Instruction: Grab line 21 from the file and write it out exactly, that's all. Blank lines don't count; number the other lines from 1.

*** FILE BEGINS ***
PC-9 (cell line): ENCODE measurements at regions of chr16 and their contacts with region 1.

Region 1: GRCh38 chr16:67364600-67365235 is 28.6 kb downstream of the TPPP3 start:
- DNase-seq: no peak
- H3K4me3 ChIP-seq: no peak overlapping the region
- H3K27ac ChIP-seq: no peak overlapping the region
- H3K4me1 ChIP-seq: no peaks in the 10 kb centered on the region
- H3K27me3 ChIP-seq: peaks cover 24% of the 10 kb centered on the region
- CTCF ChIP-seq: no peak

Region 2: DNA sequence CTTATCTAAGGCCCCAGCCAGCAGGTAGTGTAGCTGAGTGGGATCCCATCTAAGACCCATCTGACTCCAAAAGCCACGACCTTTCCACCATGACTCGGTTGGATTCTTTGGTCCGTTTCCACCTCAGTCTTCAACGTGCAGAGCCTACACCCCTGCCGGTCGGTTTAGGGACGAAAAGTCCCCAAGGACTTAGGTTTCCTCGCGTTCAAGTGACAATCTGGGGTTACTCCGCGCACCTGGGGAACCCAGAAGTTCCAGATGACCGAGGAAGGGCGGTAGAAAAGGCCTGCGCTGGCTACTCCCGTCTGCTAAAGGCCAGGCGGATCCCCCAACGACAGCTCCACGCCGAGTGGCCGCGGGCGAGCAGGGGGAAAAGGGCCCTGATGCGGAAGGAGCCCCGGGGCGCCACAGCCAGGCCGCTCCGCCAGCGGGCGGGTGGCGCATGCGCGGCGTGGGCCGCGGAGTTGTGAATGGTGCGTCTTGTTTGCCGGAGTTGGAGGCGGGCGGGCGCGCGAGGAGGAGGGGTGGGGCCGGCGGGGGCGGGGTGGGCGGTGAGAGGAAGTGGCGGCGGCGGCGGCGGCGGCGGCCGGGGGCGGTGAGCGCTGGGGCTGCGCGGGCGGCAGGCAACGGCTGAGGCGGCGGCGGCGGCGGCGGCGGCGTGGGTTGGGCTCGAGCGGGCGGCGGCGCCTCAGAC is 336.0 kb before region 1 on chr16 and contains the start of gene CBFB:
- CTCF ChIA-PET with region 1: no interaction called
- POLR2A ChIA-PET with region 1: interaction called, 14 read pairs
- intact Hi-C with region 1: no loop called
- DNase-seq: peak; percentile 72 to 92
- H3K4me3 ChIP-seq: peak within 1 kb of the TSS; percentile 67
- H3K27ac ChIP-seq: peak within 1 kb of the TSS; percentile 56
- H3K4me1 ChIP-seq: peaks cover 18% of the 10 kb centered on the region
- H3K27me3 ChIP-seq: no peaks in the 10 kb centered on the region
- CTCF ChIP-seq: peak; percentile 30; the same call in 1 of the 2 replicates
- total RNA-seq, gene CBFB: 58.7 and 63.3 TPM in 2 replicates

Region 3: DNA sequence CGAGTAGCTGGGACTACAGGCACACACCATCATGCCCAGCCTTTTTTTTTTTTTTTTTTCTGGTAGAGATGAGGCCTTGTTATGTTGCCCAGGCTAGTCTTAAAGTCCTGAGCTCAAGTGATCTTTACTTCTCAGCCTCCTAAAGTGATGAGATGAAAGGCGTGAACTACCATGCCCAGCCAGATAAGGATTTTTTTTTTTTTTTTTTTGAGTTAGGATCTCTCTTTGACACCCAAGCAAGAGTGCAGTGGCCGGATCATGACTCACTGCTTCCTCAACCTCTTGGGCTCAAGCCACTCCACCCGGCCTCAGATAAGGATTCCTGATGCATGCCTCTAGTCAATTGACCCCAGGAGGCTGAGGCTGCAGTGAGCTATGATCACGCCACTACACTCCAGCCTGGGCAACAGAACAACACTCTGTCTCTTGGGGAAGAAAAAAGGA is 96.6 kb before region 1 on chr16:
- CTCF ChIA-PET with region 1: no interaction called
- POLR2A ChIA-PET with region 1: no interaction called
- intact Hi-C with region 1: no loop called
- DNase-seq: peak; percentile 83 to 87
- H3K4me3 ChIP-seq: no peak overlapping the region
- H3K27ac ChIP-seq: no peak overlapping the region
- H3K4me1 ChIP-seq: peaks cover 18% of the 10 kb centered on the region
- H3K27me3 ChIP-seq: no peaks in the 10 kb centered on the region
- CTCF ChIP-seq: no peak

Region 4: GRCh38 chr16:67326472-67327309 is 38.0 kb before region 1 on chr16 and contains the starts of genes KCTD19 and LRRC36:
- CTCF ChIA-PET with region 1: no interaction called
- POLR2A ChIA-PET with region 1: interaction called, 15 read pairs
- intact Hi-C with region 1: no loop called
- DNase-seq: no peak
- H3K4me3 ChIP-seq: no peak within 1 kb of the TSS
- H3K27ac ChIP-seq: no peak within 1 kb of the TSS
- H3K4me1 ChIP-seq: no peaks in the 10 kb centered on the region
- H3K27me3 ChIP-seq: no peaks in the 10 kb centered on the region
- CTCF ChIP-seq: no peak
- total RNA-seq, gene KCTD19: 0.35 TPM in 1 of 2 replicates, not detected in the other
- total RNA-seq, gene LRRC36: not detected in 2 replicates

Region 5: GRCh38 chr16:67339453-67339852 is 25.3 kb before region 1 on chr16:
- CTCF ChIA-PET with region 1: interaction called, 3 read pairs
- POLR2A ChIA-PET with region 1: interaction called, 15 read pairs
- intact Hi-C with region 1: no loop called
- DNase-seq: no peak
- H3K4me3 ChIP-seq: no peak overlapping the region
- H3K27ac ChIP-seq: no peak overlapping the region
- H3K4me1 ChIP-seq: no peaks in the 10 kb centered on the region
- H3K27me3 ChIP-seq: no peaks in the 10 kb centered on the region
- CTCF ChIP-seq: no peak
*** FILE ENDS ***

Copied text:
- CTCF ChIA-PET with region 1: no interaction called